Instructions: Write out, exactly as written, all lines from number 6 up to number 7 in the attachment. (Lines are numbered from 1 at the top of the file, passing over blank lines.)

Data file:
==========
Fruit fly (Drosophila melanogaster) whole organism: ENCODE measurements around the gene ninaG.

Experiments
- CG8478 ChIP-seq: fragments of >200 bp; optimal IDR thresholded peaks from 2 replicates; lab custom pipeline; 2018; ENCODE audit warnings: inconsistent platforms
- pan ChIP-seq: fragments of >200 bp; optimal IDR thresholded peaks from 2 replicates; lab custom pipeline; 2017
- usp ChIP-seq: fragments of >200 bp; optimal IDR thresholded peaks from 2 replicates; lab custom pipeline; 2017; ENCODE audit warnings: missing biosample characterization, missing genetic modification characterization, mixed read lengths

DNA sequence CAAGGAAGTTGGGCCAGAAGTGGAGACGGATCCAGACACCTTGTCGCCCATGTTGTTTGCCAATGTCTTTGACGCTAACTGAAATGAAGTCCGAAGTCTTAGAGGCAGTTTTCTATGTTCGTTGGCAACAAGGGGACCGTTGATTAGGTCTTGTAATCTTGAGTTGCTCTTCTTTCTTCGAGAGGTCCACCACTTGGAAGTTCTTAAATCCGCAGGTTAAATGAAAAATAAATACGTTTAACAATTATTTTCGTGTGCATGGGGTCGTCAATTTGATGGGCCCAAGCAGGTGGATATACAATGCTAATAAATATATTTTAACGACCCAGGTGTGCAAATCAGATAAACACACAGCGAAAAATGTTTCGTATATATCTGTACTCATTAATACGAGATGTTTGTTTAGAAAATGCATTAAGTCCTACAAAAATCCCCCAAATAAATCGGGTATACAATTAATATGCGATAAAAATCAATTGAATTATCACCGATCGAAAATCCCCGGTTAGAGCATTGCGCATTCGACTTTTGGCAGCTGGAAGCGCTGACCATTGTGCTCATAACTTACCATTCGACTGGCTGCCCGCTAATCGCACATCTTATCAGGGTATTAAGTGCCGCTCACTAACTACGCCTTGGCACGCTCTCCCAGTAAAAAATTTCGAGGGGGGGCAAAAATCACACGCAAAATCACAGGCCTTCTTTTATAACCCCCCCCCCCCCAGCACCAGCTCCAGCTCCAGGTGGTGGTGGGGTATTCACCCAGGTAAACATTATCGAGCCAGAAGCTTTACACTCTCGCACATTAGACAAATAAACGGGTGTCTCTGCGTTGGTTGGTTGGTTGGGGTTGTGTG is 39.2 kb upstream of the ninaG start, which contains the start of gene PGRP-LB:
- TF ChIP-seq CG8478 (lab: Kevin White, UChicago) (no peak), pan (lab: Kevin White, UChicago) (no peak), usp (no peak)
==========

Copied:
DNA sequence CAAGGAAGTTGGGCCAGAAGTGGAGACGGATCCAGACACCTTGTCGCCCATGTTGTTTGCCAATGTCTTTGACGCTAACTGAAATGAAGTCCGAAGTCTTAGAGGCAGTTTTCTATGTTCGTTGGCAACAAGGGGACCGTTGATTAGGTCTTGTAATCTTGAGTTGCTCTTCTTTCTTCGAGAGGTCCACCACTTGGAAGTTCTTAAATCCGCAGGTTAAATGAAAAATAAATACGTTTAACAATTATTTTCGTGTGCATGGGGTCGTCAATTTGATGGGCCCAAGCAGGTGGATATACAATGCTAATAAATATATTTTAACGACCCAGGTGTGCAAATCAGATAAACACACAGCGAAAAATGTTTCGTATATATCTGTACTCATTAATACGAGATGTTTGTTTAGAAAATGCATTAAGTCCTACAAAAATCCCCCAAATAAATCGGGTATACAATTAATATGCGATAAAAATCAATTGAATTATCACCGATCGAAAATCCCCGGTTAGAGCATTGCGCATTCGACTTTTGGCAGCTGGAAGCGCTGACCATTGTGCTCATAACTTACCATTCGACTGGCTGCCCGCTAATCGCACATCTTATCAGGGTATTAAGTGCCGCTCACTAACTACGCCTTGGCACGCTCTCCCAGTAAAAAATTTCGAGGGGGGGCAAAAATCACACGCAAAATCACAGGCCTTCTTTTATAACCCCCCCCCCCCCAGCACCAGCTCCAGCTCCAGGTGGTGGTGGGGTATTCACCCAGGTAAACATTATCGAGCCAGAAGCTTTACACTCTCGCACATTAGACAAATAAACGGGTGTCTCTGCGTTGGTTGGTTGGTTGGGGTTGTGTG is 39.2 kb upstream of the ninaG start, which contains the start of gene PGRP-LB:
- TF ChIP-seq CG8478 (lab: Kevin White, UChicago) (no peak), pan (lab: Kevin White, UChicago) (no peak), usp (no peak)